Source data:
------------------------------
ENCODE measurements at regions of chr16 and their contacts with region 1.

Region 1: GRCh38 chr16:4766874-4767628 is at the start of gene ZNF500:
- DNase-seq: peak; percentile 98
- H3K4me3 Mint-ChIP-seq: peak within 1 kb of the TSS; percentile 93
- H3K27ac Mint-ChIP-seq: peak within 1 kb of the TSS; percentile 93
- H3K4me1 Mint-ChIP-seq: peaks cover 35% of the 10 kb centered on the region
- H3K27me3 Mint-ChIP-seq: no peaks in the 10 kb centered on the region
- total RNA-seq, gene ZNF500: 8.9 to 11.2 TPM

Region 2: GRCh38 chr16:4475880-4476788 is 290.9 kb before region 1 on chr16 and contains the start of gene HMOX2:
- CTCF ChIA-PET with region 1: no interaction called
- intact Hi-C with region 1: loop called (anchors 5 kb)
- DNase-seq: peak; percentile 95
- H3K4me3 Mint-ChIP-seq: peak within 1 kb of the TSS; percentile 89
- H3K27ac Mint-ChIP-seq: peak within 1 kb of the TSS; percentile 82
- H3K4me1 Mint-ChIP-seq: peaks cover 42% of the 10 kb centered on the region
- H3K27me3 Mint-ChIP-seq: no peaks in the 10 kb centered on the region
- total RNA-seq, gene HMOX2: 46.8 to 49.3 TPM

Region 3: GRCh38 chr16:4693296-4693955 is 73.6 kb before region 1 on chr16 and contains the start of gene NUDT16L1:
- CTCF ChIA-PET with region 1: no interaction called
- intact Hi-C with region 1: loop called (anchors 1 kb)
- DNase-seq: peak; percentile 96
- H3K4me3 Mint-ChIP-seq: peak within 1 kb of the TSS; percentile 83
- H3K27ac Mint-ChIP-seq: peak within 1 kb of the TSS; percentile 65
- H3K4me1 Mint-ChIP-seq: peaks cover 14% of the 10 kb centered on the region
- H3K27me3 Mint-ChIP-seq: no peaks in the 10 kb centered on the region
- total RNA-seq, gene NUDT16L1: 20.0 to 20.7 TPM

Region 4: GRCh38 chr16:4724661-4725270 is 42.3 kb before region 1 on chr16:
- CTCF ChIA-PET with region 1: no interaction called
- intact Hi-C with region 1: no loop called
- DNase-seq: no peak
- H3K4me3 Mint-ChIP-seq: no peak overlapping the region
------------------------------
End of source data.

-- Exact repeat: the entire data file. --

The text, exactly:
ENCODE measurements at regions of chr16 and their contacts with region 1.

Region 1: GRCh38 chr16:4766874-4767628 is at the start of gene ZNF500:
- DNase-seq: peak; percentile 98
- H3K4me3 Mint-ChIP-seq: peak within 1 kb of the TSS; percentile 93
- H3K27ac Mint-ChIP-seq: peak within 1 kb of the TSS; percentile 93
- H3K4me1 Mint-ChIP-seq: peaks cover 35% of the 10 kb centered on the region
- H3K27me3 Mint-ChIP-seq: no peaks in the 10 kb centered on the region
- total RNA-seq, gene ZNF500: 8.9 to 11.2 TPM

Region 2: GRCh38 chr16:4475880-4476788 is 290.9 kb before region 1 on chr16 and contains the start of gene HMOX2:
- CTCF ChIA-PET with region 1: no interaction called
- intact Hi-C with region 1: loop called (anchors 5 kb)
- DNase-seq: peak; percentile 95
- H3K4me3 Mint-ChIP-seq: peak within 1 kb of the TSS; percentile 89
- H3K27ac Mint-ChIP-seq: peak within 1 kb of the TSS; percentile 82
- H3K4me1 Mint-ChIP-seq: peaks cover 42% of the 10 kb centered on the region
- H3K27me3 Mint-ChIP-seq: no peaks in the 10 kb centered on the region
- total RNA-seq, gene HMOX2: 46.8 to 49.3 TPM

Region 3: GRCh38 chr16:4693296-4693955 is 73.6 kb before region 1 on chr16 and contains the start of gene NUDT16L1:
- CTCF ChIA-PET with region 1: no interaction called
- intact Hi-C with region 1: loop called (anchors 1 kb)
- DNase-seq: peak; percentile 96
- H3K4me3 Mint-ChIP-seq: peak within 1 kb of the TSS; percentile 83
- H3K27ac Mint-ChIP-seq: peak within 1 kb of the TSS; percentile 65
- H3K4me1 Mint-ChIP-seq: peaks cover 14% of the 10 kb centered on the region
- H3K27me3 Mint-ChIP-seq: no peaks in the 10 kb centered on the region
- total RNA-seq, gene NUDT16L1: 20.0 to 20.7 TPM

Region 4: GRCh38 chr16:4724661-4725270 is 42.3 kb before region 1 on chr16:
- CTCF ChIA-PET with region 1: no interaction called
- intact Hi-C with region 1: no loop called
- DNase-seq: no peak
- H3K4me3 Mint-ChIP-seq: no peak overlapping the region